westend recording

Album review: Leering Heathens - Leering Heathens (EP)

You know, working at NPR as I do, I’m surrounded by the kind of music that one would expect to hear at an NPR studio: lots of jazz and classical, folk and traditional sounds from around the world, and once in a while when we feel really crazy and want to throw caution to the wind, we might even go for some Lawrence Welk or Barry Manilow or even … hang on to your hats, people … John Tesh!
 
HOLY SH*TBALLS! JOHN F*CKING TESH!!!
 
*ahem*
 
Those of you who know me know that my music palette is a little more diverse than that. Sometimes I like those kinds of music, sometimes I’m down for some blues, sometimes electronica is what I want to hear—and sometimes I just need to have guitars and drums and basses and vocals that will melt walls and leave paths of wreckage and destruction. This review is about such a band that is doing just that to unsuspecting listeners and venues in the Kansas City area.
 
Leering Heathens is a Kansas City four-piece consisting of Joshua Quint on vocals and guitar, Brett Southard on drums, Chad Toney on bass, and Josh Simcosky on lead guitar. The band has recently released its self-titled debut EP, and as far as introductions go, theirs is about as straightforward as it gets: We play rock music. We play hard rock music. We play loud hard rock music.
 
The EP opens with “Dry Country” and gives the listener a good dose of classic rock guitar with a chorus that lays a very heavy, driving groove. “Lurker” is more chunky, and Quint’s vocals on this track keep high focus and intensity without crossing the line into emo-scream. The instrumental “Muskstache” is a little quicker-paced but no less effective and riveting, and at this point I started to think this mini-album may have been conceived with the assistance of a few bottles of brown liquor – and as their cover photo on their Facebook page would indicate, I think I may be right. “Rodeo Macabre” highlights some definite Tool influence—very sinister and heavy, with exception of the auctioneer and the old-timey last few seconds, which are kinda cool, and “Hulls of Blood” closes out the record, the most melodic of the tracks but one that still has loads of hammer-and-tong guitar aggression.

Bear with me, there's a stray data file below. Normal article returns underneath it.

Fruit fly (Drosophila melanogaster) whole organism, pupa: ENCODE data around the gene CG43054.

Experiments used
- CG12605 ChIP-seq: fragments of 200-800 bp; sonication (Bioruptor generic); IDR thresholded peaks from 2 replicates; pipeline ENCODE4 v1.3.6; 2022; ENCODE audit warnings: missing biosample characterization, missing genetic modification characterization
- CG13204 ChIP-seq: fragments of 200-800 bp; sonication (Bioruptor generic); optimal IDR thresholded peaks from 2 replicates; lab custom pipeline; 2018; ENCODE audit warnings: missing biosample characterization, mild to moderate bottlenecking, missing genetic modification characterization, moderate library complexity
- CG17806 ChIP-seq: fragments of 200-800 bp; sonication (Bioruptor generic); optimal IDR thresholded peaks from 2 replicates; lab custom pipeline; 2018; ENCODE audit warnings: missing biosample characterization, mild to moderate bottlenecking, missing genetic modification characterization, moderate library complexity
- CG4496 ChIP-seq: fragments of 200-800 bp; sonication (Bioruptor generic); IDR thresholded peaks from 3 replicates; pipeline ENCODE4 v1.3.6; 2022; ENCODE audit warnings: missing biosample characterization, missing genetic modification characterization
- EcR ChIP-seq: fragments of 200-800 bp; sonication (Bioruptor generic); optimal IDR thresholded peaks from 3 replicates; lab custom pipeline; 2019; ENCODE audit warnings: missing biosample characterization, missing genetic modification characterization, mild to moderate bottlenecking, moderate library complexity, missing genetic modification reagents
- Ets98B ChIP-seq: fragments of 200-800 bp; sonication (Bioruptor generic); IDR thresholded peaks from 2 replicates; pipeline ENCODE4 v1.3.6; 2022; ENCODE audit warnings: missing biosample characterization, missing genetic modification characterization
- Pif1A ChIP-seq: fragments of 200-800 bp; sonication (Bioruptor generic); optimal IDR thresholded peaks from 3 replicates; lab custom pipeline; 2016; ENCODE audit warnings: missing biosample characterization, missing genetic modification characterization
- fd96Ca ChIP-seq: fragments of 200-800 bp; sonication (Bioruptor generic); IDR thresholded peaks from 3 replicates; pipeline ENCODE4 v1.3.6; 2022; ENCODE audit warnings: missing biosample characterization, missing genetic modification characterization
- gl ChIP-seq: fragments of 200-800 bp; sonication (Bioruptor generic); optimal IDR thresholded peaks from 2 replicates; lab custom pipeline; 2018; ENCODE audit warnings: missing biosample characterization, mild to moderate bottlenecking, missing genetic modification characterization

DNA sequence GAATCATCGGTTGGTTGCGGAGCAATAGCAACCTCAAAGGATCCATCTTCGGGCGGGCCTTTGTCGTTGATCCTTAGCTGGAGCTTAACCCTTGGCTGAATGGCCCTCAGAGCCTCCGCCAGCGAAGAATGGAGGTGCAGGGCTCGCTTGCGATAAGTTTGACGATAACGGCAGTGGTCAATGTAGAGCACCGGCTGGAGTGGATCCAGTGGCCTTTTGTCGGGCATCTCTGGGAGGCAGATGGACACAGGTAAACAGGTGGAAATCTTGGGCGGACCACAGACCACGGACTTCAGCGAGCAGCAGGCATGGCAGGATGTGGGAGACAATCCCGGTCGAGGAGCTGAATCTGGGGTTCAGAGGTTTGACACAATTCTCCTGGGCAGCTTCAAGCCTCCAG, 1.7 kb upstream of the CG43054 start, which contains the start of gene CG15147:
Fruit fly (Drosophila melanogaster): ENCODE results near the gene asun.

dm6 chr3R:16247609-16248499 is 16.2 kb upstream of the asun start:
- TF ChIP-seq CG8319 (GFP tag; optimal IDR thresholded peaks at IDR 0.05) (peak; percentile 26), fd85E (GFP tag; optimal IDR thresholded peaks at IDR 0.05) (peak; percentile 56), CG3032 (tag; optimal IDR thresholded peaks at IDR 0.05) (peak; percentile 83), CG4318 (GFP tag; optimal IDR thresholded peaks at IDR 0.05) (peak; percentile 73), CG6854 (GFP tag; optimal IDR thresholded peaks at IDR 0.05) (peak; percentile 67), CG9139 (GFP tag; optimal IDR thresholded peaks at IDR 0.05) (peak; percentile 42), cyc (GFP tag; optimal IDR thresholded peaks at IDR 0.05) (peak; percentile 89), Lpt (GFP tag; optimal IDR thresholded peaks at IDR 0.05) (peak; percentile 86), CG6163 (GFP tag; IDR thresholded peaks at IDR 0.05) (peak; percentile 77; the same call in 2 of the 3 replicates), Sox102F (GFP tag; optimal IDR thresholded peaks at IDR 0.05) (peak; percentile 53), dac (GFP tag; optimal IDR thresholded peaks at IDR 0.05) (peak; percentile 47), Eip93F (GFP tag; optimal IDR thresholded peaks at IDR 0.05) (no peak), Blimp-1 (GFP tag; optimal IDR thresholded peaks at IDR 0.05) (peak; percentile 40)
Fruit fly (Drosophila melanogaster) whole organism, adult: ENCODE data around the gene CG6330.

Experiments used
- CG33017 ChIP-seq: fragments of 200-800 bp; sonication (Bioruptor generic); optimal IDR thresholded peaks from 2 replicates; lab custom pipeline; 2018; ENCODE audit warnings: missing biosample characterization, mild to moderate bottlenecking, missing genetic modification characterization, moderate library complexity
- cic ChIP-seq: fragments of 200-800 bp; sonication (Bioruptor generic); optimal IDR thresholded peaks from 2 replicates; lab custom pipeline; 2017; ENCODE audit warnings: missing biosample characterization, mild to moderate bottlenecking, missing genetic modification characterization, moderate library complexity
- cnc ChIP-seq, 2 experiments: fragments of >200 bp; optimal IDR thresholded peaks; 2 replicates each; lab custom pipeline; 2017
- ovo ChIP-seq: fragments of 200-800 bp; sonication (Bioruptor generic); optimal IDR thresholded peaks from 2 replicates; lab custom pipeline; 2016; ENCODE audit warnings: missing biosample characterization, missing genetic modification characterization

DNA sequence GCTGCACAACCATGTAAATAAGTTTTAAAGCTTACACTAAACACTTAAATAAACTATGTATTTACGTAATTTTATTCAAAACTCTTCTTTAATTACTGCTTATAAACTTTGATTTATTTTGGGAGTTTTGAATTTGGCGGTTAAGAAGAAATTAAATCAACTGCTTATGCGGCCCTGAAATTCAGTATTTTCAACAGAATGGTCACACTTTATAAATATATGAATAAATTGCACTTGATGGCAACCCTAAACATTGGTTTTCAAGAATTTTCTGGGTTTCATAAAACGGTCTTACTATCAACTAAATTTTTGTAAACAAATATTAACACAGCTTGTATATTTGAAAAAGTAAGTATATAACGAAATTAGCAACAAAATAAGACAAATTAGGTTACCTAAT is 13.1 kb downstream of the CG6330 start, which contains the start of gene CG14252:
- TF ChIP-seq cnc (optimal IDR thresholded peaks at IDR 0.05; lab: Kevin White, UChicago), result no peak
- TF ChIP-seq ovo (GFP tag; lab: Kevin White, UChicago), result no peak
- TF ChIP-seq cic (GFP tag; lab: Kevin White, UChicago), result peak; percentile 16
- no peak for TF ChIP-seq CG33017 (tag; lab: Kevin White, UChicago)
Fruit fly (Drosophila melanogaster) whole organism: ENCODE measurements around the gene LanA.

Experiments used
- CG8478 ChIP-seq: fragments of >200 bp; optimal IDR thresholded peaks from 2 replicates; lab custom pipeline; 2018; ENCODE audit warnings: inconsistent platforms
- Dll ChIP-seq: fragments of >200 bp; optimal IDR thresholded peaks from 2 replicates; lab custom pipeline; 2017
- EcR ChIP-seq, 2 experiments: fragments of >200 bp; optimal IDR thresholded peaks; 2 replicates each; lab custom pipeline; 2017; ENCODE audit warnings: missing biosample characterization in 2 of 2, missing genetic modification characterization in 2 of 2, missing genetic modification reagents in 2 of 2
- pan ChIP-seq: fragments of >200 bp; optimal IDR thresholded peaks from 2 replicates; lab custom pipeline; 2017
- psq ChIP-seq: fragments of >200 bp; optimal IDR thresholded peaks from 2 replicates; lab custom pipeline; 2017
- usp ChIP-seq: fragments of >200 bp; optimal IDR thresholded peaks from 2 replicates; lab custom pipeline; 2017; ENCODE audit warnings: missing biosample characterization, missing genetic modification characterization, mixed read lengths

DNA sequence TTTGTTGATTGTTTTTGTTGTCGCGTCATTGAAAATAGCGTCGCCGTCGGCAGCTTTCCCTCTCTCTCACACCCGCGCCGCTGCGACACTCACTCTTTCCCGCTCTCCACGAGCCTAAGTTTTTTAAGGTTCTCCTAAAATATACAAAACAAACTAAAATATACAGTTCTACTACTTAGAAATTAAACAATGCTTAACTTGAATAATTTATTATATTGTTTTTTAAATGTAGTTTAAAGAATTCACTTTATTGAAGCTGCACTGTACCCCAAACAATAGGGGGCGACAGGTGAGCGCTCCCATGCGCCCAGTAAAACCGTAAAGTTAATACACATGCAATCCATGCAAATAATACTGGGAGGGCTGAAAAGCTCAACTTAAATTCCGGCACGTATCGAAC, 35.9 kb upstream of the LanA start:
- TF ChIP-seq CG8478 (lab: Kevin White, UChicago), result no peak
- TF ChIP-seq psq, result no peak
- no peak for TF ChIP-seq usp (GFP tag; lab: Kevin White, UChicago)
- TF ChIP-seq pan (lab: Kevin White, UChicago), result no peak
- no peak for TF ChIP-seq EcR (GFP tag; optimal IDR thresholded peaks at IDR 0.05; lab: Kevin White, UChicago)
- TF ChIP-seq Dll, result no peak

Some bands play at maximum volume because that’s their one skill. They don’t have enough faith in their work so they think that if they burst your eardrums, that will be enough to punch their rock-n-roll card. Others play loud, but do so with enough control that you listen to them and realize that you’re listening to music—very, very loud music—and not just sound. Leering Heathens are solid members of the latter category. If you’ve been looking for serious, authentic, gut-wrenching, actual factual rock ‘n roll, this will be a very wise investment of twenty minutes of your life.
 
You know, I try to be a good guy as much as possible, but I guess being a Heathen isn’t always such a bad thing either.
 
--Michael Byars
 
Michael secretly loves the music of John Tesh, but we won’t tell if you won’t.
 
 
Be sure to get your dose of Leering Heathens’ gut-wrenching rock ‘n roll this Thursday, June 19, at Czar Bar. They’ll be opening up for Young Widows and White Reaper. Facebook event page.
 


 

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Behind the Board: Justin Mantooth at Westend Recording Studios

 
(Photos by Todd Zimmer)
 
Everywhere you turn, another local band is releasing another recording. In 2013 alone, the KC/Lawrence area has seen over 200 mostly indie album releases; that doesn’t even include singles, and who knows how much more is out there that we just don’t know about yet.
 
Technology is becoming more accessible than it used to be, and the music industry has transformed. It used to be that an independent band could subsist without a “professional” recording, because many of them simply couldn’t afford it. Demo tapes were typically acceptable at one point. It didn’t matter how tinny or trash-canny your demo was; if you were trying to book a show, the promoter just wanted to know what you sounded like. Being able to record in a studio was reserved for bands with a little more clout, or scratch.
 
Today, the music world has succumbed to the culture of convenience, which has both its advantages and disadvantages. One of the first things any emerging local band is asked is, “When are you guys gonna record an album?” The advent of home recording has afforded thousands of musicians the luxury of spending less money and, in many cases, ending up with a recording that sounds fairly professional.